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September 29th, 2011 1:44 pm
Ryan Saving Private (Private Medicine, That Is)

At the University of Mobile’s twelve23 project, I assess House Budget Committee Chairman Paul Ryan’s great speech earlier this week on health care. My final note therein deserves more elaboration:

Give the health care vouchers or credits directly to consumers, and let them, not bureaucrats, search for the best deal for their individual needs.

This idea is nothing new. Back in the 1990s, several leading Democratic senators – among them Bob Kerrey of Nebraska and John Breaux of Louisiana – agreed with Republicans on a Medicare Commission appointed by President Bill Clinton on exactly this approach to the problem. Alas, when Clinton (and Congress) became embroiled in the Monica Lewinsky scandal and subsequent impeachment effort, the political well was so poisoned that the commission’s recommendations fell by the wayside.

What bears repeating is that this idea is bipartisan and nothing radical at all. Indeed, although at different spending levels, the concept was embraced (or re-embraced) as recently as last winter by Alice Rivlin, former director of the Office of Management and Budget under Bill Clinton and later Clinton’s appointee as vice chairman of the Federal Reserve. A number of other top-ranking Democratic economic-policy folks have endorsed the concept in whole or in part.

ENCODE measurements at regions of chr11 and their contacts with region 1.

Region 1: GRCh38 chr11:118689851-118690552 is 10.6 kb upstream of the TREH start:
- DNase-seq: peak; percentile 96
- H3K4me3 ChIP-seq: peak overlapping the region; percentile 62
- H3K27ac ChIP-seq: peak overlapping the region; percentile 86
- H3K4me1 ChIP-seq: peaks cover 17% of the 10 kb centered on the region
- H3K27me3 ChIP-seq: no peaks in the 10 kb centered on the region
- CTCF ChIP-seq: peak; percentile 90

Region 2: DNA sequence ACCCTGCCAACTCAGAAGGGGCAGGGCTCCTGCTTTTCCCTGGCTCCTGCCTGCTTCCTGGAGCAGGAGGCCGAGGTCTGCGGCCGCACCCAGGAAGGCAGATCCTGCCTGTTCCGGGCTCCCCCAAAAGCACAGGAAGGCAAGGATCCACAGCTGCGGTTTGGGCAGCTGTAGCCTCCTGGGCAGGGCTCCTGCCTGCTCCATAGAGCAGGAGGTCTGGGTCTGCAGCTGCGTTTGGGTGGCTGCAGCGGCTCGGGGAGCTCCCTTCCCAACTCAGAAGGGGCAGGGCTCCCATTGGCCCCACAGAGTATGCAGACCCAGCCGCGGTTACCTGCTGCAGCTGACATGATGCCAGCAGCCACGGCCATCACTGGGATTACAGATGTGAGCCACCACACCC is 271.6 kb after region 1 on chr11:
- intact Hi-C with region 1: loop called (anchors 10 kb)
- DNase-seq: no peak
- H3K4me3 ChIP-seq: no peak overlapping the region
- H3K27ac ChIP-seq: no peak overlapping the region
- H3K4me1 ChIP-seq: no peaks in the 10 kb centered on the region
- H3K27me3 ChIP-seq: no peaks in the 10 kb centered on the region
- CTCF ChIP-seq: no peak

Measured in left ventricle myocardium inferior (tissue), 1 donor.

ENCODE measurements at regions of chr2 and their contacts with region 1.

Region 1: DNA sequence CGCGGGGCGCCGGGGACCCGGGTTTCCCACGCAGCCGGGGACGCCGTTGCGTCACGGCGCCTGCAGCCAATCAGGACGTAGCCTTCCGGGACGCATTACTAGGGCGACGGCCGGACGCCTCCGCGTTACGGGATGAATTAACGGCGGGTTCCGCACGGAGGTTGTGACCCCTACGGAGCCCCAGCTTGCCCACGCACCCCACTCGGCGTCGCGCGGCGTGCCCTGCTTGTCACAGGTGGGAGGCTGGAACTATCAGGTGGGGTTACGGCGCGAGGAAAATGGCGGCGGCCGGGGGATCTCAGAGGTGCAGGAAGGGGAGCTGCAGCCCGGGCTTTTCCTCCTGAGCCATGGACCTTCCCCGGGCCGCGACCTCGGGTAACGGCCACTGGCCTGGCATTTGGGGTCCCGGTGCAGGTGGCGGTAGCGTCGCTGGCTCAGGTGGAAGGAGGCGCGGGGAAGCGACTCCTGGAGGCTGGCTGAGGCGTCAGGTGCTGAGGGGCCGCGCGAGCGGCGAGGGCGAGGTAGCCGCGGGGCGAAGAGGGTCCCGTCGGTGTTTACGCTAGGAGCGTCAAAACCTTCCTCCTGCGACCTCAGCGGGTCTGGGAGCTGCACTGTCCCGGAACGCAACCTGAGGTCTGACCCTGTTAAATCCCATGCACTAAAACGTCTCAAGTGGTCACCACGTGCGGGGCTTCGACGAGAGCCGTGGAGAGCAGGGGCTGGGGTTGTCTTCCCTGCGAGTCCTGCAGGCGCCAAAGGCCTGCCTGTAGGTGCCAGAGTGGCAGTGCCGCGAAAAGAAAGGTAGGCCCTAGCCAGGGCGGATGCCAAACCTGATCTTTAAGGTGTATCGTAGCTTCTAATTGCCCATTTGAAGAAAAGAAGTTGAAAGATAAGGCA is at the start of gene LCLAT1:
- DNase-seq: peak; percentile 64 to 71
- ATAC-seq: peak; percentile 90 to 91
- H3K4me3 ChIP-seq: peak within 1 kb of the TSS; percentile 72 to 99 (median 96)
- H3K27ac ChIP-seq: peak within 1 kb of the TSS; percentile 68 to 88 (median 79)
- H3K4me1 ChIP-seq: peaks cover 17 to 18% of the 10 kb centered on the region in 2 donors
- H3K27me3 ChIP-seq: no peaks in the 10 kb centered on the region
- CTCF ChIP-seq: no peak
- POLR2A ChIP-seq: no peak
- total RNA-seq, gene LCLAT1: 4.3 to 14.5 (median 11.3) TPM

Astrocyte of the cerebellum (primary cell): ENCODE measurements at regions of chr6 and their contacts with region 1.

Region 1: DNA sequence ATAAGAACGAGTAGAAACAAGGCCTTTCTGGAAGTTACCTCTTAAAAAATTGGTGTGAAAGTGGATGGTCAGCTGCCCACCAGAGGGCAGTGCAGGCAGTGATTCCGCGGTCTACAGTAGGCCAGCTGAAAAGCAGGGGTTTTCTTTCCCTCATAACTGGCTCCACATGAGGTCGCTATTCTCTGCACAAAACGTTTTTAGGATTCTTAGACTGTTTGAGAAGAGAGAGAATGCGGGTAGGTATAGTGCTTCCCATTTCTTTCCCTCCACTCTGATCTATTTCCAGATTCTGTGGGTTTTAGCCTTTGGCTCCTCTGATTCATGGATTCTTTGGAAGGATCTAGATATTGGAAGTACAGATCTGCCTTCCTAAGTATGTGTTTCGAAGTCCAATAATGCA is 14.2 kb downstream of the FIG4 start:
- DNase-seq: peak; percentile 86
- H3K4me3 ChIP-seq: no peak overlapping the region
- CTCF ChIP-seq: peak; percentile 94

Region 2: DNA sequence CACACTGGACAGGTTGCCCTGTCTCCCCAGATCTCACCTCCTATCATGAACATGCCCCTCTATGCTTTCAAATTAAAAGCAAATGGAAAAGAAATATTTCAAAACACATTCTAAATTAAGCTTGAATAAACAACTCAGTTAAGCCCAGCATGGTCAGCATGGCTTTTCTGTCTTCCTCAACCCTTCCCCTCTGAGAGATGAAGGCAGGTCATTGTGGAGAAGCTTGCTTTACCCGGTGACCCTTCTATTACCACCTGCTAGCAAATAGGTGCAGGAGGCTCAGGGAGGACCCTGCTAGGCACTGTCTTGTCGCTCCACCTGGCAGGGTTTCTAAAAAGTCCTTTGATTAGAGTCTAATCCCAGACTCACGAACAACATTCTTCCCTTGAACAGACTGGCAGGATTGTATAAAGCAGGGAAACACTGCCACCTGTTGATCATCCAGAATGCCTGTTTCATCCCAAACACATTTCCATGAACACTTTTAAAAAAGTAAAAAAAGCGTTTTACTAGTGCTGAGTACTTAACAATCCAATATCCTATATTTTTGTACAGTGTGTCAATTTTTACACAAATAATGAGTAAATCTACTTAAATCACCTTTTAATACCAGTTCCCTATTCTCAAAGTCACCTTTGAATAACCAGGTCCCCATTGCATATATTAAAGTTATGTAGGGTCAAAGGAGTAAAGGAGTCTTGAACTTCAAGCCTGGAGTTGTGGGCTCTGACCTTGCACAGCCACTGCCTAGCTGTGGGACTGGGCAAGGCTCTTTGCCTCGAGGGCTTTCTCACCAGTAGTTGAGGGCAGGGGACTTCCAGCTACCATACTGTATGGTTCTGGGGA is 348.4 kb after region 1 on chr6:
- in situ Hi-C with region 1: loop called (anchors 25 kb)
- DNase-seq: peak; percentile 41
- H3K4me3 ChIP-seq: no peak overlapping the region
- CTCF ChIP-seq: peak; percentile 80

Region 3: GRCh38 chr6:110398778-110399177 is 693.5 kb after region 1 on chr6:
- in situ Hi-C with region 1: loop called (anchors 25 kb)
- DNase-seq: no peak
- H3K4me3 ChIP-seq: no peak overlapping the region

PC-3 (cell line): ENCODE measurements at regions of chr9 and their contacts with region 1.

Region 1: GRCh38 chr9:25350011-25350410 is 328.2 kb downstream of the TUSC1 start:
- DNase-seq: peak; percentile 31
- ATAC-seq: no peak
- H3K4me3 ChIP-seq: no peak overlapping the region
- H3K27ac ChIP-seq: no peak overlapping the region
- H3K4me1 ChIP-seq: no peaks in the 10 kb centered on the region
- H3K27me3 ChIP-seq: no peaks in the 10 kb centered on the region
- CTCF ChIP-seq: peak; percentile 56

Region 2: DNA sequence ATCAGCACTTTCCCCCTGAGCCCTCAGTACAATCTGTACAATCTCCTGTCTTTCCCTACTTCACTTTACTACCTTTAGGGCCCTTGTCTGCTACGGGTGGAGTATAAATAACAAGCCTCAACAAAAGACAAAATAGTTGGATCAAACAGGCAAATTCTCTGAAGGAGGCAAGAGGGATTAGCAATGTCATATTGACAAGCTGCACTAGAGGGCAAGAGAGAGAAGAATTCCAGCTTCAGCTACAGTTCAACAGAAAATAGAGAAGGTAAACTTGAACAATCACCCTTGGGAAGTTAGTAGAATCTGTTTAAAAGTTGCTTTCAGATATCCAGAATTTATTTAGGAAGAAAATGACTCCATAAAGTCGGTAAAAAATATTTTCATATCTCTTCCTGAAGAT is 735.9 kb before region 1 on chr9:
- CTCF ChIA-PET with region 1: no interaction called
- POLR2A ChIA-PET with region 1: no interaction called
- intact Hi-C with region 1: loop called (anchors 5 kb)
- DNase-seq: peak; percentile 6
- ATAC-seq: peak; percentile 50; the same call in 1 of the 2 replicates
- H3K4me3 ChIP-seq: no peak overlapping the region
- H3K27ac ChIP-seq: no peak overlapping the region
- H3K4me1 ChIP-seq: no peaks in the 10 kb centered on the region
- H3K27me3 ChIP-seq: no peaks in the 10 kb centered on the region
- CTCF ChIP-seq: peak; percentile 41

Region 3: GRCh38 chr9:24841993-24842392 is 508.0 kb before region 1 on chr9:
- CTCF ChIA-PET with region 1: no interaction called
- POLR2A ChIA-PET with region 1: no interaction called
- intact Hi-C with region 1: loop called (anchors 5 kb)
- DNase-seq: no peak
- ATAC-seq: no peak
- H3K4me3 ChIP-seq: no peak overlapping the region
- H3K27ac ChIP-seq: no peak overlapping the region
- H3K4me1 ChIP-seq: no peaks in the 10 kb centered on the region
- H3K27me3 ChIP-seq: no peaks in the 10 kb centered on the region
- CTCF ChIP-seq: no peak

As I also noted, this is essentially the system used in the Medicare prescription drug program — an unaffordable new entitlement, but happily far less unaffordable than originally expected, precisely because competition has worked to keep down costs for taxpayers and consumers alike while providing services with which the consumers are mostly happy.


If Barack Obama wants to stop pretending to be pushing “ideas both parties agree on,” and actually accept an idea that has been bipartisan for 15 years, he would adopt Ryan’s approach. But that won’t happen. Obama isn’t for anything that takes power away from government.


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